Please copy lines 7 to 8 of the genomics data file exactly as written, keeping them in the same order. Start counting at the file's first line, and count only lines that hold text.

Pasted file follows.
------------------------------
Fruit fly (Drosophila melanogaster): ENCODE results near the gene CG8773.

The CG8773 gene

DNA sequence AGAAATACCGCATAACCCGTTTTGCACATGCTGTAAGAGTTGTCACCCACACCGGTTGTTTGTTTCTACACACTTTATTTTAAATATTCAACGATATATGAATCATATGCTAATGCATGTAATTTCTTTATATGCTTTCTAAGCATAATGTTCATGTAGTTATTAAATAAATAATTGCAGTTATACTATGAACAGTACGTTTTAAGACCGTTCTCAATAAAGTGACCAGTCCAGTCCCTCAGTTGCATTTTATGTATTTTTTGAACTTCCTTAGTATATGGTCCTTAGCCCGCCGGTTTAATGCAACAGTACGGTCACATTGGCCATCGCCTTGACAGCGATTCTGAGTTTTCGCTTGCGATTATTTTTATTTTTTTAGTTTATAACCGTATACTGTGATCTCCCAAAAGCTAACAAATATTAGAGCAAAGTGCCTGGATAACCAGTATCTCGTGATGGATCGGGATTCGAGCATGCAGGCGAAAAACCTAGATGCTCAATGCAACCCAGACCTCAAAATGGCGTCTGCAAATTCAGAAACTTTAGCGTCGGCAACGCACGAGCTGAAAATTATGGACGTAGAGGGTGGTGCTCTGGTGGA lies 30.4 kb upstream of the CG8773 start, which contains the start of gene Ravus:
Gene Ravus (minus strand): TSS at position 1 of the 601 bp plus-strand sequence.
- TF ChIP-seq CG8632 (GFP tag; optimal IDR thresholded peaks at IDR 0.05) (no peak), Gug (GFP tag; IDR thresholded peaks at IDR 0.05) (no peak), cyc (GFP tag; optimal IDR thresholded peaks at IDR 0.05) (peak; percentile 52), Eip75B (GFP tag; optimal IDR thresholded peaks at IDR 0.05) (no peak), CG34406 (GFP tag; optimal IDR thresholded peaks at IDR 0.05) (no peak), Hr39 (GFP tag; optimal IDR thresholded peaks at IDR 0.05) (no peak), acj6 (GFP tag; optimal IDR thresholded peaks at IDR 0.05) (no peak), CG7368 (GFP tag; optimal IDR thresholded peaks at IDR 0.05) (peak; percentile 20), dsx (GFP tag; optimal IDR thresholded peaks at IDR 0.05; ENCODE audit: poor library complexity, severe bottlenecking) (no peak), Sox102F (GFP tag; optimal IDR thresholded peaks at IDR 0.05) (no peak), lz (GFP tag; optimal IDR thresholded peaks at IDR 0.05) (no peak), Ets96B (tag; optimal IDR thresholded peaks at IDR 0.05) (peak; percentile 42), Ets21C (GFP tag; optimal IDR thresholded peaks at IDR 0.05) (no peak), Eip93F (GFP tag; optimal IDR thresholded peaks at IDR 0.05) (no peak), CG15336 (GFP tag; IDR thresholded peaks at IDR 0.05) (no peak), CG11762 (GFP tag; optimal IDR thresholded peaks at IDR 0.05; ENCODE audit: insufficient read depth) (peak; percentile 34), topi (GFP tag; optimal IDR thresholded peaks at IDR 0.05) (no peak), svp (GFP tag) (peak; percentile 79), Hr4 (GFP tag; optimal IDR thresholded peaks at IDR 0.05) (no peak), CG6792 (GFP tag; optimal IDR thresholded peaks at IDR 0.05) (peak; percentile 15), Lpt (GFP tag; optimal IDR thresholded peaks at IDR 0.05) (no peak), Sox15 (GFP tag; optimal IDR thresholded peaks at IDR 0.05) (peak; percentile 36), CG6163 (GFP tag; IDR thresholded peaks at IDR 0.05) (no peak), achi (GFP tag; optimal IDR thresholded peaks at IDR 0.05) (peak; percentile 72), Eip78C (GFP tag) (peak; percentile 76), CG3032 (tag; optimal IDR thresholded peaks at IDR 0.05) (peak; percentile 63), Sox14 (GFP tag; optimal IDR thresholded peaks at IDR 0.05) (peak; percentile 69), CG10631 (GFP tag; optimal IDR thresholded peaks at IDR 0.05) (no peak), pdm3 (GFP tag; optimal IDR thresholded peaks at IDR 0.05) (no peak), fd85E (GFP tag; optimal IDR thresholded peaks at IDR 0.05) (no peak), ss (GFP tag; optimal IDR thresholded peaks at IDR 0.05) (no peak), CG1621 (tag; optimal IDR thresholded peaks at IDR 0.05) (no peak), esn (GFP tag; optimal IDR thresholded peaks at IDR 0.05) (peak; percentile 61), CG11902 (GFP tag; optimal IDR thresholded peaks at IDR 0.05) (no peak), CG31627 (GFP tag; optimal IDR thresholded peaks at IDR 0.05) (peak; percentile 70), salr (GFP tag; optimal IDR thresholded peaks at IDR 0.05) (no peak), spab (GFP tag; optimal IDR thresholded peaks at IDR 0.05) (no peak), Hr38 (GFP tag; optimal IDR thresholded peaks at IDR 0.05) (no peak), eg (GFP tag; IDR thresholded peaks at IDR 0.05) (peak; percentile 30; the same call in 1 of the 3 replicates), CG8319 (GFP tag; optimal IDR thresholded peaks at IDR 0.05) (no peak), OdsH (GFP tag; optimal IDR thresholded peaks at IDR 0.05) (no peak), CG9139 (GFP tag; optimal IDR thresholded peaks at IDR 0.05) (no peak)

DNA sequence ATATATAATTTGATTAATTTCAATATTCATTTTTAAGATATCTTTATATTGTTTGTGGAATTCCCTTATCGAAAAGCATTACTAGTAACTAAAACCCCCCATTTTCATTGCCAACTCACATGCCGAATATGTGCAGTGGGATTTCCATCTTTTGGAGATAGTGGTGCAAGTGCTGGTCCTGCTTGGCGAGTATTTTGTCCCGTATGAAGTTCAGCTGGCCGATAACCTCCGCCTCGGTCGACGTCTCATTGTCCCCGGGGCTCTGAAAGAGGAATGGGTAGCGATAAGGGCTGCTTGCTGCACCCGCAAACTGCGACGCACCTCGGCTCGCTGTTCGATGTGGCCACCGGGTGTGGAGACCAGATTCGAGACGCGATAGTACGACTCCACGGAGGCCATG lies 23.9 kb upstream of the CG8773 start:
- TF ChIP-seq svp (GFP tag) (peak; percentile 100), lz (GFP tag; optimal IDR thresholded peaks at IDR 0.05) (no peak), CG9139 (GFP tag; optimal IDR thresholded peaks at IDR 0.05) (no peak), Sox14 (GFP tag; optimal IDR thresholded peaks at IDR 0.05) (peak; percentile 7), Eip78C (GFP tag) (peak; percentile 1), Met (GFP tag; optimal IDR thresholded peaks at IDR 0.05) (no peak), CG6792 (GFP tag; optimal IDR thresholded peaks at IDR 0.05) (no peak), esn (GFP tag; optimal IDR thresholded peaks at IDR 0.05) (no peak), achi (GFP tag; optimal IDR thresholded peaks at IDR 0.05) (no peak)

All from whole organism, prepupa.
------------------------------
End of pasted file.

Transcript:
- TF ChIP-seq svp (GFP tag) (peak; percentile 100), lz (GFP tag; optimal IDR thresholded peaks at IDR 0.05) (no peak), CG9139 (GFP tag; optimal IDR thresholded peaks at IDR 0.05) (no peak), Sox14 (GFP tag; optimal IDR thresholded peaks at IDR 0.05) (peak; percentile 7), Eip78C (GFP tag) (peak; percentile 1), Met (GFP tag; optimal IDR thresholded peaks at IDR 0.05) (no peak), CG6792 (GFP tag; optimal IDR thresholded peaks at IDR 0.05) (no peak), esn (GFP tag; optimal IDR thresholded peaks at IDR 0.05) (no peak), achi (GFP tag; optimal IDR thresholded peaks at IDR 0.05) (no peak)

All from whole organism, prepupa.